Author: Mike Gallien
December 21, 2012

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SYNOPSIS: Six shots. Five dead. One heartland city thrown into a state of terror. But within hours the cops have it solved: a slam-dunk case. Except for one thing. The accused man says: You got the wrong guy. Then he says: Get Reacher for me. And sure enough, ex-military investigator Jack Reacher is coming. He knows this shooter-a trained military sniper who never should have missed a shot. Reacher is certain something is not right-and soon the slam-dunk case explodes. Now Reacher is teamed with a beautiful young defense lawyer, moving closer to the unseen enemy who is pulling the strings. Reacher knows that no two opponents are created equal. This one has come to the heartland from his own kind of hell. And Reacher knows that the only way to take him down is to match his ruthlessness and cunning-and then beat him shot for shot.

Loner ex-Army investigator Jack Reacher reaches the big-screen in a big way as the latest Tom Cruise vehicle brings the mysterious drifter to life in Christopher McQuarrie’s new film. Author Lee Child’s series of novels about the brilliant and brutal nomad provided the inspiration for this taut and intense thriller that is both compelling and satisfying.

The film opens in Pittsburgh--a normal day, people walking along the river, enjoying the beautiful weather, when shots are fired. Multiple shots--mowing down five innocent people for no apparent reason. The police quickly move in and, in some amazing investigative work, have a suspect in custody within 16 hours. The local DA, famous for never losing a capital case, and the local police question the suspect intensely trying to coerce a confession from the alleged mass murderer. The suspect’s only response --“Get Jack Reacher.”

The suspect is soon in a coma in a local hospital, courtesy of a beating by other prisoners while being transported to jail. A local activist attorney, Helen Rodin, played by British actress Rosamund Pike, takes on the accused killer’s case pro bono to try to keep him off of death row. She also wants to tweak the nose of the obnoxious DA Rodin, portrayed by Richard Jenkins, who just happens to be her father.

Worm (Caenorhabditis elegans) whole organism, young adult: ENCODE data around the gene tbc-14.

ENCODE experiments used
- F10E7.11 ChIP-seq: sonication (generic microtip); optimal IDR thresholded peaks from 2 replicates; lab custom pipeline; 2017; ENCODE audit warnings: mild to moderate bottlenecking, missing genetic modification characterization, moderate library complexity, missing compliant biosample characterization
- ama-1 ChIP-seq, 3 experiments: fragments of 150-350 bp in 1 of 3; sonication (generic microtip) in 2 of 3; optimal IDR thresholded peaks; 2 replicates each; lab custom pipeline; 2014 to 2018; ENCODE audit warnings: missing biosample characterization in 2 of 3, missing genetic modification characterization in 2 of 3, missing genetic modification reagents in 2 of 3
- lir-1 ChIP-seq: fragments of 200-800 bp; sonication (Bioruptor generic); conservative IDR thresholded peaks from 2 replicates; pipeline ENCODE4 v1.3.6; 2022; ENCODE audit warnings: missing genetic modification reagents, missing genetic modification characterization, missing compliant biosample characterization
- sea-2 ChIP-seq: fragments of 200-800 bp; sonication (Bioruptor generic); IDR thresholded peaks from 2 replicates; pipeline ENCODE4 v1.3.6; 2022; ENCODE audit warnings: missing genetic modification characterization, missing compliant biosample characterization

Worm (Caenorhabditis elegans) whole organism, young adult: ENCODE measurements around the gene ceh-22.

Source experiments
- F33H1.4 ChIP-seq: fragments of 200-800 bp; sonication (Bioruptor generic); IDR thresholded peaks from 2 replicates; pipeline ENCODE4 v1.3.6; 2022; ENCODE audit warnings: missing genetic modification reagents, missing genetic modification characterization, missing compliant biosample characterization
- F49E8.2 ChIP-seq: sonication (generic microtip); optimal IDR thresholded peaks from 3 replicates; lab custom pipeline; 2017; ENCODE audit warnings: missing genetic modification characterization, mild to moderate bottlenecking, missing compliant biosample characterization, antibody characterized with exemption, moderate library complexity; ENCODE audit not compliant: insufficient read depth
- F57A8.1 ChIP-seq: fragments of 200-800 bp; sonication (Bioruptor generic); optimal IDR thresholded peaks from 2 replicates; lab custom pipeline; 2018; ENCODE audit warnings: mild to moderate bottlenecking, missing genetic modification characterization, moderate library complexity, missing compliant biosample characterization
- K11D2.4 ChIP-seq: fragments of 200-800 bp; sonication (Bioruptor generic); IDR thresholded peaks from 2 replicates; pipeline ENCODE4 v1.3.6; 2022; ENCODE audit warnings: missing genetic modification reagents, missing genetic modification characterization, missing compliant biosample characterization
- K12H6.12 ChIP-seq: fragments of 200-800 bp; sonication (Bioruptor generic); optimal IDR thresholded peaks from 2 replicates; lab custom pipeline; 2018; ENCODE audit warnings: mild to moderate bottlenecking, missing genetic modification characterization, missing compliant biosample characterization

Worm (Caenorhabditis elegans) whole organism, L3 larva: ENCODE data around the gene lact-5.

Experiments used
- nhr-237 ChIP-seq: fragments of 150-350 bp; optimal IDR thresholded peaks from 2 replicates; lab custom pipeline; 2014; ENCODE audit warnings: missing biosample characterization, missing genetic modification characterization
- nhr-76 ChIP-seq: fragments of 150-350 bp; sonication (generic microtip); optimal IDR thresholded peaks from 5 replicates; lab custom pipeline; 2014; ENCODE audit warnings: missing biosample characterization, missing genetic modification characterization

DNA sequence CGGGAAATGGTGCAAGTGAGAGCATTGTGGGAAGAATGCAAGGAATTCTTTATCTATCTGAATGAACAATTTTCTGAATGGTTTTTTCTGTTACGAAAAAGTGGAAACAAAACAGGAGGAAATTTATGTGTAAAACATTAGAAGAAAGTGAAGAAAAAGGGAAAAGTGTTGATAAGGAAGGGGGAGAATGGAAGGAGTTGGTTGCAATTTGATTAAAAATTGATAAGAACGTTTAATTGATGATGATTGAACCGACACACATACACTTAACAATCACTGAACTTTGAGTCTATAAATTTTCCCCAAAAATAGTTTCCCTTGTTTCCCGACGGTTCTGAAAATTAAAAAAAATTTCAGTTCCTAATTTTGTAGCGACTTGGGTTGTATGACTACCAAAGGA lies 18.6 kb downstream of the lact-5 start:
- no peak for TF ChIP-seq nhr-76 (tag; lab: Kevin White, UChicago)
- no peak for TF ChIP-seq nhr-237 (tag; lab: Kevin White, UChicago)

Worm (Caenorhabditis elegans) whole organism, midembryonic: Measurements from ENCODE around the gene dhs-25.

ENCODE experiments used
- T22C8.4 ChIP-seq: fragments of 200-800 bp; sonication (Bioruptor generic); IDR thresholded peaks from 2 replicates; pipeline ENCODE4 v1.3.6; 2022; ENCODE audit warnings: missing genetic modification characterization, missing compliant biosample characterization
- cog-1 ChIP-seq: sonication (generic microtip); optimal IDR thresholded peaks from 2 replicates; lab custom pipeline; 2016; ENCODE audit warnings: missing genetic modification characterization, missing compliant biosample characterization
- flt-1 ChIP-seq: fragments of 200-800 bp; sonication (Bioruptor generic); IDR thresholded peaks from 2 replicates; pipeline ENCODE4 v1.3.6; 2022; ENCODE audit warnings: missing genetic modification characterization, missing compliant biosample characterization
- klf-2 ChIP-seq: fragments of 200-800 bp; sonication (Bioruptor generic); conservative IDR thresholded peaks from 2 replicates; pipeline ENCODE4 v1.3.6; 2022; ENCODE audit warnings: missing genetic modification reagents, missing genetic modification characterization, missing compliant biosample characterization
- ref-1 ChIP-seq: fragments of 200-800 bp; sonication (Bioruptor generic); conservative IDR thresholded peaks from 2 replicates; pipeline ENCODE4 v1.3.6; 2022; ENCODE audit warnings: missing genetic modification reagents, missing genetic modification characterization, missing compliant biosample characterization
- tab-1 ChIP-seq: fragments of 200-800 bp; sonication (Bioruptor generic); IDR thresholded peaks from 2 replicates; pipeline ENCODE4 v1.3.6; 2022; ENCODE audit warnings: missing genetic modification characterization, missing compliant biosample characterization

Enter Jack Reacher. While no one summons the ex-MP, he shows up on his own, but with the intent to bury the accused--an ex-Army sniper with a history of shooting innocents in Iraq--rather than to save him. The defense attorney shares the evidence with Reacher and he quickly suspects a frame-up. He decides to investigate on his own and the more he investigates, the more intense the film becomes.

The chemistry between Cruise and Pike adds to the drama and the intensity of the film. The two make an interesting team as they work together--as much as one can work “with” Jack Reacher--to try to find out who has set up her client. Also turning in sterling performances are longtime Cruise buddy and cohort Robert Duvall as Cash, the operator of a shooting range where the alleged shooter kept up his sniper skills, and Werner Herzog, the German producer, director, and writer, who steps from behind the camera to portray a perfectly evil Zec, the man behind the murders.

The only problem I had with the film was the casting of Cruise as Reacher. In Child’s novels, Reacher is a mountain of a man--6’5”, 250 pounds -- and intimidating by his presence alone. Cruise, who comes in at 5’7”, 170 pounds and in top physical condition for a man approaching 50, but is hardly the intimidating force one would expect as Jack Reacher. Despite that glitch, Cruise pulls off the role with vigor and depth that quickly helps you look past his lack of size. I have to admit that I have liked Cruise since I first saw him on film in 1981’s Taps, and in Jack Reacher, he continues to impress. Then, when you put him on the screen with Duvall, well, what’s not to like?

The film is a bit long at 130 minutes, but well worth your time over the holidays. - Mike Gallien


Mike Gallien is a retired educator, frustrated writer, and film lover.

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